Despite Buckeye Lake’s trials and tribulations over the last few years, thanks to love and dedication from Licking County Leaders, Buckeye lake is seeing a resurgence in interest from residents, local leaders and visitors,.
Explore Licking County’s Director of Sales and Marketing, Carol Thress, took to the water with two friends of Buckeye Lake, J-me Braig and Mike Fornataro to discuss this surge in revitalization. They discussed the positive impact the lake will have from a tourism standpoint, but the interest is not just on a professional level. Carol and her family have lied on the lake for more than 20 years. That means two decades of parties - as well as some periods of lows on the lake. Carol is thrilled to see the comeback of the lake in 2019 and all the good that comes with it.
Looking back on the lake
What do you picture when you think about life nearly nine decades ago? Sepia tones, stuffy formal wear, families with little to do but read by the fire? That image may have rung true elsewhere, but no so in Licking County.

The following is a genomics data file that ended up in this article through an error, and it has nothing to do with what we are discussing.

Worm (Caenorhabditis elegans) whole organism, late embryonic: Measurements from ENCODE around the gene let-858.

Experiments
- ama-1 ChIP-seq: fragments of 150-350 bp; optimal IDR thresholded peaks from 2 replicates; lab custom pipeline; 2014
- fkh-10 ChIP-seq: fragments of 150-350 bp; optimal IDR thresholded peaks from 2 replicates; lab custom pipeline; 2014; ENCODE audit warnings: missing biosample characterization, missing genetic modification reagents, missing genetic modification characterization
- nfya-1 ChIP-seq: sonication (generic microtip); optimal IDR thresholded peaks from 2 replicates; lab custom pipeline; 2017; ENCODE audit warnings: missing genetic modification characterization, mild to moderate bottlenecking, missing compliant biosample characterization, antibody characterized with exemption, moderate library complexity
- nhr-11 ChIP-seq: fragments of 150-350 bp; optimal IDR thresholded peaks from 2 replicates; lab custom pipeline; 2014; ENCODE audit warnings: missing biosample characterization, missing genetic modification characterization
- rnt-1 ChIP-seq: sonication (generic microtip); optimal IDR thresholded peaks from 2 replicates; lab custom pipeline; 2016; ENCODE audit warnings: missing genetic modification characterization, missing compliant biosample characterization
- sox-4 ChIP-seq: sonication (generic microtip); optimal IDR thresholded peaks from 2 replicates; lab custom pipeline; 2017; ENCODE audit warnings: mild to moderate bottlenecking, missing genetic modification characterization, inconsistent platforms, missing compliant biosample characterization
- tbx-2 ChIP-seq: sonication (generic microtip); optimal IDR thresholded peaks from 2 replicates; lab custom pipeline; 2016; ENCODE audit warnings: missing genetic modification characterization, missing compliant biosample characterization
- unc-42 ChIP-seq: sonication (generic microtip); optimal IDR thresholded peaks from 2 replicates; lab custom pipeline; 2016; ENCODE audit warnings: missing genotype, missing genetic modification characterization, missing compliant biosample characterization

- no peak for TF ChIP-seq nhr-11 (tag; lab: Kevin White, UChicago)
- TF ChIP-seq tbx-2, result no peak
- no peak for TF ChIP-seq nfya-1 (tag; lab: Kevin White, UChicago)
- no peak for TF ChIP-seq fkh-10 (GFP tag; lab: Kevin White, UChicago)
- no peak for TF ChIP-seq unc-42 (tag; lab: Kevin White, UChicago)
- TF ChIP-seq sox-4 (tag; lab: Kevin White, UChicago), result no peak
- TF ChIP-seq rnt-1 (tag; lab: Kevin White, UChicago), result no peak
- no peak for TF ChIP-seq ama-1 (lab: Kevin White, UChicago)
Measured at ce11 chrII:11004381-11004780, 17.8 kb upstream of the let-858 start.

“People could come in on the interurbran train in the beginning and, of course, we had a free in the ‘50s, so that brought in a lot of people,” J-me Braig, executive director of The Greater Buckeye Lake Historical Society, tells Carol. “They came down from Cleveland, south down on the river; maybe Indiana. We have stories of people coming from New York and renting a cottage, and they’d stay all summer long.”
With the dam project now complete, and a residential sidewalk and 12-foot-wide multi-use trail, the lake will be more accessible not just by water, but by foot and bicycle as well. “You can have a nice, leisurely ride along the lake - four miles long. That’s really unique in the state of Ohio to ride your bike, walk or jog for that kind of a distance,” says Mike Fornataro, director of Buckeye Lake 2030, pointing out the paths to Carol along the shore as they speed by.
In the near future, visitors can hope to see the construct of a new pier, more entertainment and a revitalized, bustling Buckeye Lake. All things considered, perhaps we aren’t so different from those partying at the lake 90 years ago.